Wonder Woman and the Amazons get the origin story they deserve


DC Comics’ Wonder Woman Historia: The Amazons # 1 is a stunning piece of visual art that transcends her superhero roots and transports readers to a world of myth.

Batman has First year and Year zero. Superman has Man of steel, birthright, and Secret origins. These iconic DC heroes have been given multiple origin stories through comics and other media. However, the origin story of Wonder Woman has never received so much attention in DC Comics. In the DC Black Label series Wonder Woman Historia: The Amazons, Writer Kelly Sue DeConnick and artist Phil Jimenez give the character the ambitious origin she deserves.

Described by DC as “the entire story of the Amazons” until Steve Trevor’s arrival on Themyscira, this first issue delves into the Greek goddesses and their righteous anger. Unable to tolerate the cruelty of men any longer, the goddesses implement a plan that gives birth to a new people: the warrior women whom they call the Amazons. This oversized problem stretches from the realm of otherworldly myth to the all-too-human concerns of Hippolyta, the future Queen of the Amazons. Simply calling it an origin story for Wonder Woman is short.

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Wonder woman historia is a story of the Amazons, their mythology, and the complex and unfair treatment of women throughout history. It is both a feminist rallying cry and a power fantasy embracing femininity while condemning the historic abuse of power by men. Hosted by one of the industry’s most famous writers and an openly gay man, the issue reads like a counter-cultural statement. It is an amazing work of visual narrative art, lovingly rendered by Phil Jimenez.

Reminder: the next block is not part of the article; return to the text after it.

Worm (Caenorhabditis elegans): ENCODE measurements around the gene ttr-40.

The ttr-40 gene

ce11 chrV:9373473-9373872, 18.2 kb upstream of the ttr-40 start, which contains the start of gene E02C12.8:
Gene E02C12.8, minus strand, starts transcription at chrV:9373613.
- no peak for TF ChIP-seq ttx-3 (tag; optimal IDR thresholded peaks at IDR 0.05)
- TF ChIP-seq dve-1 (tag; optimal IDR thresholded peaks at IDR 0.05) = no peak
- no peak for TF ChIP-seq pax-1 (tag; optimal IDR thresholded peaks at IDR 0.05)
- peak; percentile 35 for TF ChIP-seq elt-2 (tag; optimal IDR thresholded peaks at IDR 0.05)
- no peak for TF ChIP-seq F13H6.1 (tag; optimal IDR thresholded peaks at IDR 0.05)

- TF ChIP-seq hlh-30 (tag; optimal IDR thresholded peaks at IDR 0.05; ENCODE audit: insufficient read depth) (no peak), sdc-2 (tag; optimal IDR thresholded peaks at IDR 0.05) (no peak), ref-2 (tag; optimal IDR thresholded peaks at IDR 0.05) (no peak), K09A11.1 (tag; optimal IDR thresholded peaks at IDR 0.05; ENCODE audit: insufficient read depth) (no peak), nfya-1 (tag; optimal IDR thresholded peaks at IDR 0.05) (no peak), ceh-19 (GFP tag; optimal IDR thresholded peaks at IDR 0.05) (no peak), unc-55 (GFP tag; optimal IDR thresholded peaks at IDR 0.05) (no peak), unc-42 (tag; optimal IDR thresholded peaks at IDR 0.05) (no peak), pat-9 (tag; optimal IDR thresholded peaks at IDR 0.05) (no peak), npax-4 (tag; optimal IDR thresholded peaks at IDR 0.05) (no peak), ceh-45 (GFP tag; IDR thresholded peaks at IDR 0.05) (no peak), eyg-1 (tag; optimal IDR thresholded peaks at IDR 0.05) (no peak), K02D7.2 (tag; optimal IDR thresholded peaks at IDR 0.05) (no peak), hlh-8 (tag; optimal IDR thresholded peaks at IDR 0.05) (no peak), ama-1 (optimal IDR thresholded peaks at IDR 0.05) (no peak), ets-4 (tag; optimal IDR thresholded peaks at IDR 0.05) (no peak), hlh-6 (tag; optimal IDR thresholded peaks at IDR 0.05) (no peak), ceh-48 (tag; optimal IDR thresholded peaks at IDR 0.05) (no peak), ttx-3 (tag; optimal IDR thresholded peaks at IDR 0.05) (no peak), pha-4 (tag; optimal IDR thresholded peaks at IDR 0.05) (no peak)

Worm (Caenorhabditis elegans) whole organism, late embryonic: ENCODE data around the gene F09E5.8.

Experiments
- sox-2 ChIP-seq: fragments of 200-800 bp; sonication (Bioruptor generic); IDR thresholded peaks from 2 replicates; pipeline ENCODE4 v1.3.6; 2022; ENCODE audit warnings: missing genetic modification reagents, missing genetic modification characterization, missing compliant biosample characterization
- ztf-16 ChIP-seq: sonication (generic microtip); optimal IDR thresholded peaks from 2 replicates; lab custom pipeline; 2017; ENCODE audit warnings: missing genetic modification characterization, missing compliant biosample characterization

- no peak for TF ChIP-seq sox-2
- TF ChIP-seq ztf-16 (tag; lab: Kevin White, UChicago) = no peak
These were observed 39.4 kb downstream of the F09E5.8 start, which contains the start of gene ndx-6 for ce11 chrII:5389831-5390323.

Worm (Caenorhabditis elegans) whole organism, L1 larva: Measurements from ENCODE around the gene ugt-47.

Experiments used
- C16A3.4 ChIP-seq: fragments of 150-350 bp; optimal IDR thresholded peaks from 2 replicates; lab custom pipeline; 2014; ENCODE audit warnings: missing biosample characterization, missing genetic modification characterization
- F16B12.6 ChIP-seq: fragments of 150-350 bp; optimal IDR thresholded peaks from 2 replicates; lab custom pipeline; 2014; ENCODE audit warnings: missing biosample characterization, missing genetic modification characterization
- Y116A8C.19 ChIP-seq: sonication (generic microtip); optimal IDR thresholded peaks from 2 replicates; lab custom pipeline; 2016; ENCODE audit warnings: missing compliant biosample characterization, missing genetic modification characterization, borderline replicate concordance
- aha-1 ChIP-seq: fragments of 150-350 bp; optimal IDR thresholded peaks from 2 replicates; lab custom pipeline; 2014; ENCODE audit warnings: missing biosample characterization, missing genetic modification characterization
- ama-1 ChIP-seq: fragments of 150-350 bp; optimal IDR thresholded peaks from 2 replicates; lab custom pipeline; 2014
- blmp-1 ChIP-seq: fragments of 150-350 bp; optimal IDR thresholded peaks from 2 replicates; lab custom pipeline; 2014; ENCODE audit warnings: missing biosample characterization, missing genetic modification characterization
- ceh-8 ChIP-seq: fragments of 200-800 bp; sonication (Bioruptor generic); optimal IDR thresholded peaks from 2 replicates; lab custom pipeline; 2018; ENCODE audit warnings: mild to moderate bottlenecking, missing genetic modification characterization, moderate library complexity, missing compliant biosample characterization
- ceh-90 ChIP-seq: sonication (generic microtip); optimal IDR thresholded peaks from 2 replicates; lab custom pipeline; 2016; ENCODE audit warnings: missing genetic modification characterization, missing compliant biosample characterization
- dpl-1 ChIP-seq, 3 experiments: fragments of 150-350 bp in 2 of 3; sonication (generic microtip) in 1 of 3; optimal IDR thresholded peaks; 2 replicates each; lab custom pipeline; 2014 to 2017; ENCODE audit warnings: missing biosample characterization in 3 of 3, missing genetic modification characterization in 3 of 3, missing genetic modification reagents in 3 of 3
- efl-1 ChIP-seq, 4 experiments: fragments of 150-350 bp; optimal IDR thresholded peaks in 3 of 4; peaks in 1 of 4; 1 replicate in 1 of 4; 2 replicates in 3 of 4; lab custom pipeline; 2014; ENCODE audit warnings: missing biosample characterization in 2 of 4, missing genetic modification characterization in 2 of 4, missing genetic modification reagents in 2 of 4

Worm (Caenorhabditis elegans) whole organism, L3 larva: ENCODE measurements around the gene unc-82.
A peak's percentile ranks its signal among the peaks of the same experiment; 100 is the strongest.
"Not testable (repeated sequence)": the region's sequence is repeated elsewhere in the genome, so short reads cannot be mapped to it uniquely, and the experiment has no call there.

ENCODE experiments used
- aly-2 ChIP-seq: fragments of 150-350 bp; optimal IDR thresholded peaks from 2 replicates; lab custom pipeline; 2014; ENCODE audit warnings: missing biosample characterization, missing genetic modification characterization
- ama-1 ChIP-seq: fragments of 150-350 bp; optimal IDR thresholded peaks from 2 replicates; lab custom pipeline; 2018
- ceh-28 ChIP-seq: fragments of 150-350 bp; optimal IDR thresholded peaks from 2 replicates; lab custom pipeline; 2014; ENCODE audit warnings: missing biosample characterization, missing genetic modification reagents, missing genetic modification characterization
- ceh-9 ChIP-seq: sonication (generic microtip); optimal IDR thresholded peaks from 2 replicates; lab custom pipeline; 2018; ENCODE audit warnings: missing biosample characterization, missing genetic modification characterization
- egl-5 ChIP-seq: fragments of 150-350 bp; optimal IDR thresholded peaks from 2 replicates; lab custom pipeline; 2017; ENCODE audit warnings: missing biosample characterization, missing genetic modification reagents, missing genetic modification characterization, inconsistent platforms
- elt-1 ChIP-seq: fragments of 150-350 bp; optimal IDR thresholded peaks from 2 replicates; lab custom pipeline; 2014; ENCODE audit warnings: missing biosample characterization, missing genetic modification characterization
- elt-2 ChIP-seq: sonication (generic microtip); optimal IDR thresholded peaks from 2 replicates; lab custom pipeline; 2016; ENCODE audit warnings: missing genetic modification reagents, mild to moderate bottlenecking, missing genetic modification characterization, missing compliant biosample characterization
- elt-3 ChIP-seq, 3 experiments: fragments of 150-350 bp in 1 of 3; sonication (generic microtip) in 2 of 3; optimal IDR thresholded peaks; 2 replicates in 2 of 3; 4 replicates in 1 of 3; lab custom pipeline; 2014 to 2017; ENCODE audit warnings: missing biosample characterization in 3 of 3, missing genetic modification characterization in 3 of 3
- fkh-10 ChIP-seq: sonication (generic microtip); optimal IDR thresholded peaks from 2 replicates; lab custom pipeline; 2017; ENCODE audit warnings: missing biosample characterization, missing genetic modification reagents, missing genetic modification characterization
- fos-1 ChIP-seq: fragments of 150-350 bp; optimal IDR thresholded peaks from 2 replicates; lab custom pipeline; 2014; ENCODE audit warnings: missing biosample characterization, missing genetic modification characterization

Like a story that spans the generations, Story is a spectacle. Jimenez uses richly and finely illustrated double pages. There are moments of breathtaking beauty that exist only to invite the reader to sit in the grand scope of the story. The story begins with a single black page with white text, explaining that this story is the narrative of the Amazons, their myth to counter the point of view of men who have long controlled the narrative. After its minimal opening, there is a two-page spread of six goddesses drawn like brightly colored marble pillars.

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Wonder Woman Historia Art: The Amazons Depicting Six Greek Goddesses Illustrated By Phil Jimenez

DeConnnick’s words are powerful and lyrical. Her handwriting is retained just enough to let the illustrations for the issue steal the show. But the story wouldn’t work without the clarity of vision that allows each page to focus on the themes at its center. DeConnick challenges his collaborators to step outside the traditional boundaries of superhero comic book storytelling as women step outside of their patriarchal persecution.

The colors of Hi-Fi, Arif Prianto and Romulo Fajardo Jr give the book an otherworldly beauty. Vivid neon colors swirl in nebulae and feather gradations that place the Greek pantheon beyond humanity. When the book shifts to its character-centric part with Hippolyta, its colors draw on earth tones to ground its story. Throughout the issue, the color red serves as a visual motif depicting violence and persecution. Red follows Hippolyta and serves to punctuate his grief and anger.

Hera sees the future in Wonder Woman Historia, art by Phil Jimenez

Wonder Woman Historia: The Amazons The story of # 1 is the kind of grand mythology that befits the character, his world, and his pop culture heritage. Epic in scope and beautiful to see, Wonder woman historia is a question not to be missed.

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